In conclusion, results from our study tend to suggest that women will produce higher physiological, perceptual, and metabolic strain during bouts of self-paced HIIT compared with men when given standard instructions and prescribed a designated recovery duration between intervals. Moreover, our results support previous findings showing that during extended bouts of HIIT, a 2:1 work-to-rest ratio is perhaps the optimal prescription to ensure adequate overload while concomitantly reducing the total time in an exercise session. This is demonstrated by the similarity in responses during the 4- vs. 2-minute recovery bout.

Practical Applications

Current results provide application to strength and conditioning professionals and individuals taking part in training and program design that use HIIT. In most cases, athletes undergoing HIIT training are directed to produce target cardiovascular and metabolic strain using prescribed effort levels provided by their coaches. For example, a strength coach may ask an individual to perform a 4-minute “hard run” and hope that the athlete will self-pace themselves to reach the desired intensity to elicit stimuli that are known to precipitate functional adaptations. Findings from this study show that trained, but not necessarily aerobically elite, individuals produce optimal intensity levels during extended self-paced HIIT sessions using verbal instructions. Moreover, it seems that during these extended periods of HIIT, a 2:1 work-to-rest ratio provides adequate recovery between intervals and will minimize training time as no benefit is gained by increasing recovery periods between intervals.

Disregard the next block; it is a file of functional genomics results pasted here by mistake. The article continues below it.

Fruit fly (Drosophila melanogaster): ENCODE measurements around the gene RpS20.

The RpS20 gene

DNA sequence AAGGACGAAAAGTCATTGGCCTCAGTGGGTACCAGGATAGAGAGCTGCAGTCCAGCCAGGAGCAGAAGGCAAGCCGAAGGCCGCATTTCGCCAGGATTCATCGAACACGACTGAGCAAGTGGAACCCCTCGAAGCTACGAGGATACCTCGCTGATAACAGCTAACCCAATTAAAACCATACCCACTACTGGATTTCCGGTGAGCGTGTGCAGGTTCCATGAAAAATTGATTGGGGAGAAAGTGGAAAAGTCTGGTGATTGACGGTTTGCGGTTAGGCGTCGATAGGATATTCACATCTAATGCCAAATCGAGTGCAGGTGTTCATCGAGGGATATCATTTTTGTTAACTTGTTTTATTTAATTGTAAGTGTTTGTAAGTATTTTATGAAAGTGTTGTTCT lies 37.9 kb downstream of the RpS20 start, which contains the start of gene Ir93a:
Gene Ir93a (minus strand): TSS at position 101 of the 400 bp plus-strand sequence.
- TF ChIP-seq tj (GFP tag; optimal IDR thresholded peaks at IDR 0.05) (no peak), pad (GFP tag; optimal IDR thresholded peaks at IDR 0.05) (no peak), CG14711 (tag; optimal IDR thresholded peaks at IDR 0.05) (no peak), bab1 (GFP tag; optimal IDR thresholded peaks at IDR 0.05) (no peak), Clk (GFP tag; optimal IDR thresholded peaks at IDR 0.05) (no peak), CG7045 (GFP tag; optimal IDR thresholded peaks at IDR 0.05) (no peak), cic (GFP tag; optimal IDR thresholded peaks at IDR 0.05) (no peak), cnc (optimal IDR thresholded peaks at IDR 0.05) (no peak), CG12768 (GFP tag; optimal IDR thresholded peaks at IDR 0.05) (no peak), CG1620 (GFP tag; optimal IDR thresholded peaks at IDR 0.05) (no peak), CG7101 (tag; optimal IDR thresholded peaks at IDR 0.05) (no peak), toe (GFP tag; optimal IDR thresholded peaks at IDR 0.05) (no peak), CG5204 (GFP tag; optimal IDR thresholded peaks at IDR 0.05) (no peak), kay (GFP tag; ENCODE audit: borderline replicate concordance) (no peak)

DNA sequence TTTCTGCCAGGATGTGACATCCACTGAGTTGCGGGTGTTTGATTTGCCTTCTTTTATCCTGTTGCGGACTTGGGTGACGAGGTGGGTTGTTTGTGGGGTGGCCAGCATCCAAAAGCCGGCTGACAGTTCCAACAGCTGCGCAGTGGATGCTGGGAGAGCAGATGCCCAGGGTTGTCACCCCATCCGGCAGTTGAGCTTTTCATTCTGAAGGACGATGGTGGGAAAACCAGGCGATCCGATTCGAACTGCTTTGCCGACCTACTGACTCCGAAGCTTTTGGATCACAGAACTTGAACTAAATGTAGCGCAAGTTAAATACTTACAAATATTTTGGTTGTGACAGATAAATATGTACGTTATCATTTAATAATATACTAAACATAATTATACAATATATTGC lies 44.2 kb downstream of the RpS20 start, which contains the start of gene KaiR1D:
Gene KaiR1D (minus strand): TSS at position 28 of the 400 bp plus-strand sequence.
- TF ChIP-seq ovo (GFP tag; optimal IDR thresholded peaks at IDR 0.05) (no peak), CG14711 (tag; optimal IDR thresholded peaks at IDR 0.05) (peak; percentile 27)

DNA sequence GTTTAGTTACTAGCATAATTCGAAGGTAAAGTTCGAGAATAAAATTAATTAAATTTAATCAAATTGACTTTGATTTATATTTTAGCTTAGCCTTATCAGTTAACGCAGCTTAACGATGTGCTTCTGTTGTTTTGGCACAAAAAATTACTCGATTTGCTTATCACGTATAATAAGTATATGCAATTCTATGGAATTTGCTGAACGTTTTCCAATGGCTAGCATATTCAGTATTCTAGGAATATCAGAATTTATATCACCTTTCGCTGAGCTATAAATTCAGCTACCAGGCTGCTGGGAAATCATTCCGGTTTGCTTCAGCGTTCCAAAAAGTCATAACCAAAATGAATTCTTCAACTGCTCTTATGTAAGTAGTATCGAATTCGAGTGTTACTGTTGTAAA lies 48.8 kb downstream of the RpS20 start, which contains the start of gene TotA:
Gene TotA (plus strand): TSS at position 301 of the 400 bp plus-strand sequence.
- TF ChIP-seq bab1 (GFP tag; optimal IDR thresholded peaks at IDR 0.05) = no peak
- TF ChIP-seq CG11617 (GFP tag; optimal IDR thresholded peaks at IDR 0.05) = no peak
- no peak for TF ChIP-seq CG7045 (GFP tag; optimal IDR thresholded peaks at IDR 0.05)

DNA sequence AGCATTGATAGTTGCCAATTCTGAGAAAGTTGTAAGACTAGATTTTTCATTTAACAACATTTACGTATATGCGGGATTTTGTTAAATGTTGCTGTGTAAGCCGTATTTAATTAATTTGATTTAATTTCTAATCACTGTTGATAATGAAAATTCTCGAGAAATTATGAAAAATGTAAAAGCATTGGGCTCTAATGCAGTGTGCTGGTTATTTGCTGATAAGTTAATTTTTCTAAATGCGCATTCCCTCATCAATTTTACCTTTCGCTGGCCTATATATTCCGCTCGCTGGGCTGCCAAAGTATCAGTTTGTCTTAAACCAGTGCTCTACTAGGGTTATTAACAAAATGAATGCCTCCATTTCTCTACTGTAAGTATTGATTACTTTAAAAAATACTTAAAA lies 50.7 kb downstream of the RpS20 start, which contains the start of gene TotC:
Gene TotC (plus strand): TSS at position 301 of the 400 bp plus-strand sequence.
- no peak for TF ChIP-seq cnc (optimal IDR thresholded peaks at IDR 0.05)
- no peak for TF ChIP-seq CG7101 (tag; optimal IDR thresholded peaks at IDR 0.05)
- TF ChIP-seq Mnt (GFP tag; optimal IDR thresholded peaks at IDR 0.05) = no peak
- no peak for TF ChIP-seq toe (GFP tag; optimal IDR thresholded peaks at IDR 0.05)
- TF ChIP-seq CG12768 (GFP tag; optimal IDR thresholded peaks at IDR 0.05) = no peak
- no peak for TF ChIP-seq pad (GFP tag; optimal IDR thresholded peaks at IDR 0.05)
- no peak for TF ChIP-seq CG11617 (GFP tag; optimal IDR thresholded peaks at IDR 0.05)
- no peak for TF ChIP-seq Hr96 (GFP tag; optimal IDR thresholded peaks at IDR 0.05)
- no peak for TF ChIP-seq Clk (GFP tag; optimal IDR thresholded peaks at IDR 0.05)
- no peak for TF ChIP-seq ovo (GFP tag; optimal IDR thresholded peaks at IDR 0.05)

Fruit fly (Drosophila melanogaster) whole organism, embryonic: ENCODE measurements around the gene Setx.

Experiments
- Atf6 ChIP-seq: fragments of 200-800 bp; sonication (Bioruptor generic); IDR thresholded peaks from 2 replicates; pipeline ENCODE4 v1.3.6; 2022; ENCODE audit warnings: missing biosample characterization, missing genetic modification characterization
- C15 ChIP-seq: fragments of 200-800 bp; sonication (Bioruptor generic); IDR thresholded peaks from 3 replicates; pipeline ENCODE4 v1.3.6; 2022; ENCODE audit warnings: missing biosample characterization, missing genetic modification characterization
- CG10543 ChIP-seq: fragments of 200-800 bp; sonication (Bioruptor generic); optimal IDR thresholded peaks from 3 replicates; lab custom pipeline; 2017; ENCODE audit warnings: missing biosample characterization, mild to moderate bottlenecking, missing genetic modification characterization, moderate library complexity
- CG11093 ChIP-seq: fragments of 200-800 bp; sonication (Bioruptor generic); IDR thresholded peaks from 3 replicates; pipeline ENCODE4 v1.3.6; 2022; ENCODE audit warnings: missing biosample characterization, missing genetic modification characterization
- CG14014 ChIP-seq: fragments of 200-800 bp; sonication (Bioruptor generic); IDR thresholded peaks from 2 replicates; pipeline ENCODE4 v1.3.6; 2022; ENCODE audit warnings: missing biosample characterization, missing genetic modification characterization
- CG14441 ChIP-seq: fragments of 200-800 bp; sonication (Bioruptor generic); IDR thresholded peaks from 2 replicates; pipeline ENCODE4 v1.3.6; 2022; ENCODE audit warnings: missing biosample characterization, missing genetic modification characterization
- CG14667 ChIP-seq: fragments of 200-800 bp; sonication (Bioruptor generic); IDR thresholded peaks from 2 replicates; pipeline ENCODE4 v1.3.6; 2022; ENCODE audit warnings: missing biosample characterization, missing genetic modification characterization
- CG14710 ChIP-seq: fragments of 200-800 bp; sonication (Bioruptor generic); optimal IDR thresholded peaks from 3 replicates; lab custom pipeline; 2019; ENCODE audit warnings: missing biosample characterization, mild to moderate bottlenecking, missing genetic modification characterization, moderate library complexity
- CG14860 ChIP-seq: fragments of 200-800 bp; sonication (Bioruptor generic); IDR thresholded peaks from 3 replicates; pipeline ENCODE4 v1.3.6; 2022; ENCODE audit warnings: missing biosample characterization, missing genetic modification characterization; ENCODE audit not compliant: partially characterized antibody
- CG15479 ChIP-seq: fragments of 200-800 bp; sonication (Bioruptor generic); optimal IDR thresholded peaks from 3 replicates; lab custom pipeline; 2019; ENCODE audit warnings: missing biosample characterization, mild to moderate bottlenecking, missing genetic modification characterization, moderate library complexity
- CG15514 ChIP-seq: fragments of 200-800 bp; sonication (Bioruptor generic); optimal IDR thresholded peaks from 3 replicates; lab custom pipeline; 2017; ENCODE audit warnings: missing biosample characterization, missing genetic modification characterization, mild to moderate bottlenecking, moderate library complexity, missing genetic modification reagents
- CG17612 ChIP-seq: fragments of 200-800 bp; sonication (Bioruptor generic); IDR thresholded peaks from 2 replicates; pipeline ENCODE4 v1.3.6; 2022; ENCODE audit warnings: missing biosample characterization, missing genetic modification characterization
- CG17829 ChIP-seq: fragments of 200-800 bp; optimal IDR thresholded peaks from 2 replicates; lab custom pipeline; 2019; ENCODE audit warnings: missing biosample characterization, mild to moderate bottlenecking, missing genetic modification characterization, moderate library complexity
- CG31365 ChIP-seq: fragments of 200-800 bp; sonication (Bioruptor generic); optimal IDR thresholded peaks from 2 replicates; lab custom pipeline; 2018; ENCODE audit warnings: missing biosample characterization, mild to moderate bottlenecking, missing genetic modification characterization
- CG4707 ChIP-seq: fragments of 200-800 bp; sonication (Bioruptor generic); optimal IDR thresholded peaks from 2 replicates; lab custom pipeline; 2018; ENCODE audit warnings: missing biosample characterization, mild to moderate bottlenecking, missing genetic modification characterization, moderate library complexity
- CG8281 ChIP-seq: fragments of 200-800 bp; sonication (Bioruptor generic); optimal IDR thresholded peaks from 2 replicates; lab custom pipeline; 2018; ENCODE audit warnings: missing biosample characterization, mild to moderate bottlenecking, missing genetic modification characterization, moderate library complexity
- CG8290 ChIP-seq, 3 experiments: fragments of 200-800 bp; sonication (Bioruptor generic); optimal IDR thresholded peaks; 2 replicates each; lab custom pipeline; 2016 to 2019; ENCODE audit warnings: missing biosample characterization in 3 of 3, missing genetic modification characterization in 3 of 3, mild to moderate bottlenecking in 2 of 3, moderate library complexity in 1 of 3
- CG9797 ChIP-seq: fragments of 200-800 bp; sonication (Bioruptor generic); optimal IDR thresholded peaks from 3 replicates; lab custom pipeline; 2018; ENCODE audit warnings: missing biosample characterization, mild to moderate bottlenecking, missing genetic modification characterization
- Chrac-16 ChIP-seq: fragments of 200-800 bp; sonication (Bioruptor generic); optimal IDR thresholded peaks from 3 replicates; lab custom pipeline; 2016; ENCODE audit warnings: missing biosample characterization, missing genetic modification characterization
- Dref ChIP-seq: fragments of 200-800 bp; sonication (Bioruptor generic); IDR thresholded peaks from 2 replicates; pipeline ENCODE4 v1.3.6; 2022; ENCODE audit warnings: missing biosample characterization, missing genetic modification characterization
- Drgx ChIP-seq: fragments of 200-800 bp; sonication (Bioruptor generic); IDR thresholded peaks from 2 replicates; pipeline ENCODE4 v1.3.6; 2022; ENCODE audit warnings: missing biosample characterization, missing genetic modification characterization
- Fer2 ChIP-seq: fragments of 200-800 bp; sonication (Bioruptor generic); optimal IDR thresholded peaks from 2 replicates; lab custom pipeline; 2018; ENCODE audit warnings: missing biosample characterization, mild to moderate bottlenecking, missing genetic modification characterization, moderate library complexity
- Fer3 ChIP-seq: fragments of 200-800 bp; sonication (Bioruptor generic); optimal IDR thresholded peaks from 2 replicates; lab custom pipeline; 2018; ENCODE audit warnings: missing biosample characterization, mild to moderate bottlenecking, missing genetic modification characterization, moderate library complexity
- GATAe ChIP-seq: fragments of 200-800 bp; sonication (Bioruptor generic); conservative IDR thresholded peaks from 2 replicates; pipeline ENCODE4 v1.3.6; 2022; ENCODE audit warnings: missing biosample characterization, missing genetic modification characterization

Another point of application from this study is that men and women will demonstrate variable levels of performance and physiological and perceptual responses to self-paced HIIT. Specifically, women, given similar instructions to self-paced HIIT, tend to produce lower relative intensities with respect to velocity of running but produce greater cardiovascular strain and slightly increased perceptions of effort. However, the increased strain does not demand increased recovery times, suggesting that women may demonstrate improved recovery when afforded similar rest periods. Finally, strength and conditioning personnel should be cautious instructing or encouraging female athletes to increase relative speeds to intensities similar to those of men as it may magnify the overload and, if performed regularly, may lead to nonfunctional overreaching if suboptimal recovery is afforded between intervals. Results indicate that female athletes warrant unique considerations compared with male athletes with regard to training and acute recovery.

References

1. Albert WJ, Wrigley AT, McLean RB, Sleivert GG. Sex differences in the rate of fatigue development and recovery. Dyn Med 5: 1–10, 2006.
2. American College of Sports Medicine. Guidelines for Exercise Testing and Prescription (6th ed.). Philadelphia, PA: Lippincott Williams and Wilkins, 2010.
3. Astorino TA, Allen RP, Roberson DW, Jurancich M, Lewis R, McCarthy K, Trost E. Adaptations to high-intensity training are independent of gender. Eur J Appl Physiol 111: 1279–1286, 2011.
4. Billat VL. Interval training for performance: A scientific and empirical practice. Special recommendations for middle- and long-distance running. Part I: Aerobic interval training. Sports Med 31: 13–31, 2001.
5. Billat VL, Hill DW, Pinoteau J, Petit B, Koralsztein J-P. Effect of protocol on determination of velocity at VO2max and on its time to exhaustion. Arch Physiol Biochem 104: 313–321, 1996.